Hundreds of firefighters are under review and fire engines could be withdrawn, if proposals to reduce spending are adopted, according the Staffordshire Express & Star newspaper.

No firm decisions have been made as yet, but the Fire Service has said that there are several options on the table, including reducing the number of fire stations having a response capability from the current 33 stations and 42 fire appliances, to 15 stations with 15 fire appliances.

In a separate proposal relating to 15 fire stations in the area, there are proposals to increase the number of 'whole time' firefighters from 300 to 390 and scrap 499 retained posts altogether. Retained firefighters would be asked to take on the role of part-time firefighters (retained firefighters are staff called out as and when needed).

However, separate proposals for different fire stations suggest making more use of retained firefighters.

In a recent report the Fire Service said "The current mix of whole-time and retained appliances would be replaced by all appliances being crewed 24/7 by whole-time staff on annualised hours. Special appliances would be placed as determined by the most recent review of special appliances and be switch crewed by whole-time staff."

Other options include cutting the second fire engine from several stations and using retained firefighters overnight on the main fire engine in Cannock.

The Fire Service has warned that the proposals it has put forward mean would not meet its own standards for getting to 'medium risk' incidents on time, but could potentially save just under half a million pounds in spend.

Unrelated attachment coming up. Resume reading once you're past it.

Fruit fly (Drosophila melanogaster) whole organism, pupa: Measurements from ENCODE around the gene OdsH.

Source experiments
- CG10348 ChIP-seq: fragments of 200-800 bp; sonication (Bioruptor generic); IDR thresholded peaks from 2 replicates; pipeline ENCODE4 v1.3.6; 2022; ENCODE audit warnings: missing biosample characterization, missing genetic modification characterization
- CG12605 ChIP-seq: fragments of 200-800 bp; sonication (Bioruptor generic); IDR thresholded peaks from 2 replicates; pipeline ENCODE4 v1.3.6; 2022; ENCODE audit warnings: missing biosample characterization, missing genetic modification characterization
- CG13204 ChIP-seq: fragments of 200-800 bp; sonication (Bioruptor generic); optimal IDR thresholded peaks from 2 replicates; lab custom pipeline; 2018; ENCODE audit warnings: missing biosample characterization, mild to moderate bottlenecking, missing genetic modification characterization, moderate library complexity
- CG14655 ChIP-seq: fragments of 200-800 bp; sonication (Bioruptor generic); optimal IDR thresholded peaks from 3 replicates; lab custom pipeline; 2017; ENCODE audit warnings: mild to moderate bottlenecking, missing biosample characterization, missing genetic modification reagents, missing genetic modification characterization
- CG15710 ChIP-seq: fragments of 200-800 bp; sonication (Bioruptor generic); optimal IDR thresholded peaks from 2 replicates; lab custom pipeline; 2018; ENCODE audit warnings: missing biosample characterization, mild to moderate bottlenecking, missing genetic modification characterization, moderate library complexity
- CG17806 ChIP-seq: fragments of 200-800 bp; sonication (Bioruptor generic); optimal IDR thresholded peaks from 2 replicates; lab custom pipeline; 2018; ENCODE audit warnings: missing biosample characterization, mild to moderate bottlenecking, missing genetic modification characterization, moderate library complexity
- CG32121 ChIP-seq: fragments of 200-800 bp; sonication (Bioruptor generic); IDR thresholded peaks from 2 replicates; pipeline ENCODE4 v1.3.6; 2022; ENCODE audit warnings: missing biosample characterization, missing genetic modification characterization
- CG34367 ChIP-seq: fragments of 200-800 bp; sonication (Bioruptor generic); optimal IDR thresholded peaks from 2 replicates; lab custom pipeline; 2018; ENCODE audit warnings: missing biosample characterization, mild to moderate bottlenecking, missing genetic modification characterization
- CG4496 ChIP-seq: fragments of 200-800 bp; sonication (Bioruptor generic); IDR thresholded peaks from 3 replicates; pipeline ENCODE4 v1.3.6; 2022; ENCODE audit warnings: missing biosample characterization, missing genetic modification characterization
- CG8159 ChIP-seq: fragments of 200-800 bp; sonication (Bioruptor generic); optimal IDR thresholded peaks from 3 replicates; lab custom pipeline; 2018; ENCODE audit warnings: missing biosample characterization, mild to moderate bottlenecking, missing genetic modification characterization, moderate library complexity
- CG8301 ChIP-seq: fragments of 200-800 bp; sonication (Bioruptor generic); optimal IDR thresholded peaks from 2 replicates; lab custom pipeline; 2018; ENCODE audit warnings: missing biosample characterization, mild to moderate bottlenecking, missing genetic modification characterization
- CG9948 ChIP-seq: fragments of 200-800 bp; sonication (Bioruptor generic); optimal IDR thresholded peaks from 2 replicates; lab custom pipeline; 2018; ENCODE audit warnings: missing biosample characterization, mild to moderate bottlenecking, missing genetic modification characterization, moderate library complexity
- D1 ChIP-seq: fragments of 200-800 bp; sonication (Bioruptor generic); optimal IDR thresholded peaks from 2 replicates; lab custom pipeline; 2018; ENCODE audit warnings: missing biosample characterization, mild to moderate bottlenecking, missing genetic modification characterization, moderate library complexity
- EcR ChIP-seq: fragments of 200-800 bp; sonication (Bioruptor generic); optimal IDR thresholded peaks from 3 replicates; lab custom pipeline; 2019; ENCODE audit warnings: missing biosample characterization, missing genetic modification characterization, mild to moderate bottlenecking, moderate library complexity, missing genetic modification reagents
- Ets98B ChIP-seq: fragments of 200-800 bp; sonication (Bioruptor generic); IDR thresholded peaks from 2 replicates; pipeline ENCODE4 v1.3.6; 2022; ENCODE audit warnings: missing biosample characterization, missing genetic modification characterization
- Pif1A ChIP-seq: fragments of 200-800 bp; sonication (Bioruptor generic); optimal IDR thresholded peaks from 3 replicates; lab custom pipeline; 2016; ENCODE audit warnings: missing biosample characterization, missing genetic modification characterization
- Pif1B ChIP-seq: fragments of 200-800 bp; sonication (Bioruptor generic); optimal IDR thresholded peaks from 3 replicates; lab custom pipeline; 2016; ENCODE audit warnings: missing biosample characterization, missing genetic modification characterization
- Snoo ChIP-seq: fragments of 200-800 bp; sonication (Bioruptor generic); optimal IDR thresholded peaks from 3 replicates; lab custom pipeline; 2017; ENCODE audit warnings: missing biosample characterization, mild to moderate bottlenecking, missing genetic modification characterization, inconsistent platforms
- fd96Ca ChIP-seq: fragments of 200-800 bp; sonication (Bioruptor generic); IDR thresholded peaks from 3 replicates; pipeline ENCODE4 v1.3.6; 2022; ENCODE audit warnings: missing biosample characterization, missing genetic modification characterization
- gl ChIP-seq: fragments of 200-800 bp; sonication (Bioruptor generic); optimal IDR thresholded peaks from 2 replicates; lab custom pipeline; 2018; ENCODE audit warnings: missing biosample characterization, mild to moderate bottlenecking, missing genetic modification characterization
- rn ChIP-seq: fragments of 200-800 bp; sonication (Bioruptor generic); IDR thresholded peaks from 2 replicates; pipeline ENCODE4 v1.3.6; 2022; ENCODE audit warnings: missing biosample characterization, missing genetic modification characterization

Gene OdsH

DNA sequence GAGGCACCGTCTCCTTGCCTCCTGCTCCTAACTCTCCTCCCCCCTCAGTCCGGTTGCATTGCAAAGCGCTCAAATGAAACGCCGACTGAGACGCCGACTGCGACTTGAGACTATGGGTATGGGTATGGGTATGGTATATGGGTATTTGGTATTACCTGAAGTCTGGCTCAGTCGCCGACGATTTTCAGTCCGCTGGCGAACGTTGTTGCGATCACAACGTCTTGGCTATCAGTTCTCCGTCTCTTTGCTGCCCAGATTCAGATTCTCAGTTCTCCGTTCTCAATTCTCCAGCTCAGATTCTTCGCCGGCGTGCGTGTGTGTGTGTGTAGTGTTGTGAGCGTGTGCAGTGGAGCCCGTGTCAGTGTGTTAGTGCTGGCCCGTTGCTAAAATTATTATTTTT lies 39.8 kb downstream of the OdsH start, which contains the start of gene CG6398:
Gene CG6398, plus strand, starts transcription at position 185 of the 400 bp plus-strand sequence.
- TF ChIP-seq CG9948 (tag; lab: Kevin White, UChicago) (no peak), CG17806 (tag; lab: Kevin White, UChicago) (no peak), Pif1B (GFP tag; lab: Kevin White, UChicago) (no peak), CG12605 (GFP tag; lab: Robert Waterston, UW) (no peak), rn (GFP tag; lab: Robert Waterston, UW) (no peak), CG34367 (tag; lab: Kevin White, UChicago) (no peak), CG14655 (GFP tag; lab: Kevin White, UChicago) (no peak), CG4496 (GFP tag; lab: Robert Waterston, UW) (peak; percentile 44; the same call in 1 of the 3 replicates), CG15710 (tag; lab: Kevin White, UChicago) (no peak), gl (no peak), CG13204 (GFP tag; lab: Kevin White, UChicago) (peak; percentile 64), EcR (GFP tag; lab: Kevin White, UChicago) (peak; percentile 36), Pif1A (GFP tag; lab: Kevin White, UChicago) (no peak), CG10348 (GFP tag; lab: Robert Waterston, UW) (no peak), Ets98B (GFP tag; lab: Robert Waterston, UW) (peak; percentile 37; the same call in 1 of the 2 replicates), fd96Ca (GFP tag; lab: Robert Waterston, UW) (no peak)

An alternative for one station – Cannock – is to scrap the standalone Targeted Response Vehicle crew, which deals with smaller incidents. This would cut eight posts saving £348,000 per year in salaries.

Another option is 'flexible crewing', with two watches working shifts in teams of five and an overnight team of three. This would save £135,000.

Staffordshire Fire and Rescue Service has to save £5.7 million by 2020 – in addition to the £4 million it has already had cut from its budget since 2010.

Original source

Express & Star

Commercial buildings, non-domestic and multi-occupancy premises in England and Wales are already forced to undertake a 'suitable and sufficient' fire risk assessment carried out under the Regulatory Reform (Fire Safety) Order 2005.

While the overwhelming majority of premises do this, if the assessment is thought to have been carried out to an insufficient extent, the Responsible Person can face an unlimited fine or up to two years in prison.